Taissumani, May 27

The Minds of White Men


When Knud Rasmussen travelled in the Nattilingmiut region in the early 1920s, travelling with two Greenlandic companions and living with the Inuit, interviewing them and recording their stories and legends and life ways, he was curious as to what they – they Inuit – thought of qallunaat, the white men.

The Nattilingmiut were masters of their environment in this very difficult and changeable land. They were not quite sure what to make of Rasmussen, a man of mixed Danish and Greenlandic ancestry.

Although in many ways he acted like a white man – they had certainly never met an Inuk who interviewed people and wrote copious notes on everything he learned from them – but he also spoke in a version of Inuktitut that they could understand and drove dogs in much the same way that they did.

Rasmussen wrote that he often “had the feeling that they [the Inuit] regarded him in quite the same manner as many white men look upon the Eskimo – as being inferior to themselves, as a sort of powerful barbarian to whom particular deference was due, because he was bigger and stronger than themselves and had an outfit and instruments of power far in excess of their own.”

And so he questioned the Inuit on their impressions of white men, recognizing that this isolated group had had limited contact with outsiders.

What he learned is fascinating. The Inuit believed that the qallunaat were a strong people who lived in a distant land.

Harkening back to Inuit mythology, they thought that the white men, like the Indians, were the bastard children of a disobedient Inuk woman and a dog. The Inuit generally admired the white men and were generally agreeable to their requests and demands, and they believed that the white man’s resources were infinite and inexhaustible.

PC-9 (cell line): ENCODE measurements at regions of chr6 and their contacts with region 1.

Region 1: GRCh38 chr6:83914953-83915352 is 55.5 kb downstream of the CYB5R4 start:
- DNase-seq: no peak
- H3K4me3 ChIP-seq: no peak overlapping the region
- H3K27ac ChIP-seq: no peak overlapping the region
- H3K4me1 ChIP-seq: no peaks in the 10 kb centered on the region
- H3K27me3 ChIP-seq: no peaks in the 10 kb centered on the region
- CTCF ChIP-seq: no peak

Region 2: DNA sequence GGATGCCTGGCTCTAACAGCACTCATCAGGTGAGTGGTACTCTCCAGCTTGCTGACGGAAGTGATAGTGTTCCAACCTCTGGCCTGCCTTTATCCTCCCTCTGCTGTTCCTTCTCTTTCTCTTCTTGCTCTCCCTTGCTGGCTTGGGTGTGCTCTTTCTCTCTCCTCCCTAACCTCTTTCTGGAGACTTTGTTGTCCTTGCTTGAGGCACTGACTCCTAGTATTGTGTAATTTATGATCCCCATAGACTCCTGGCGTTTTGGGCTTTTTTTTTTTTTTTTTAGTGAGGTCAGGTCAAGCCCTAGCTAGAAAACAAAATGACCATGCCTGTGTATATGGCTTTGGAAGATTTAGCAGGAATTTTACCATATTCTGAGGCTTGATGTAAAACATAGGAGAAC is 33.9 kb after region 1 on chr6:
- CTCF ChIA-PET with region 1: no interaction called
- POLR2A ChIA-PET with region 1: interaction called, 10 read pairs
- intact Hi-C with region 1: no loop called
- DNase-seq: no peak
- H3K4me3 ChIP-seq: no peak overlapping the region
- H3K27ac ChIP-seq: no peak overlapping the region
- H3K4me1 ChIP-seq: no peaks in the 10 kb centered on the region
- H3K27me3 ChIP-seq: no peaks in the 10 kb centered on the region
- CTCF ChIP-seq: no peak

They were impressed with the accomplishments that they saw white men demonstrate in the Arctic. They could find their way by the position of the sun. They could draw realistic images of people that they were meeting for the first time.

Inuit had a talent for making maps of their traditional hunting lands, and so they were especially impressed by the fact that white men could make accurate maps of lands that they were seeing for the first time.

They were, of course, impressed with the firearms that the white men possessed. This made them formidable enemies when things went wrong, but also allowed them to hunt efficiently for food.

Despite these advantages that the white men had in the land of the Inuit, the Inuit nonetheless believed that they also had strengths that gave them superiority over the white men.

These strengths included the ability to live in a cold land, the ability to build snow houses, drive dogs and handle a qajaq. These were elementary accomplishments, but necessary for survival, yet the white men had generally not mastered them and were therefore inferior and generally dependent on the Inuit.

And all the Inuit believed one thing with certainty. White men had to be treated with the utmost caution. Kuvdluitsoq summed up for Rasmussen the Nattilingmiut view of qallunaat:

“Qablunait nutaqqatut isumaqartitauvaktut: It is generally believed that white men have quite the same minds as small children — therefore one should always give way to them. They are easily angered, and when they cannot get their will they are moody and, like children, have the strangest ideas and fancies.”

Taissumani recounts a specific event of historic interest. Kenn Harper is a historian, writer and linguist who lives in Iqaluit. Feedback? Send your comments and questions to kennharper@hotmail.com.

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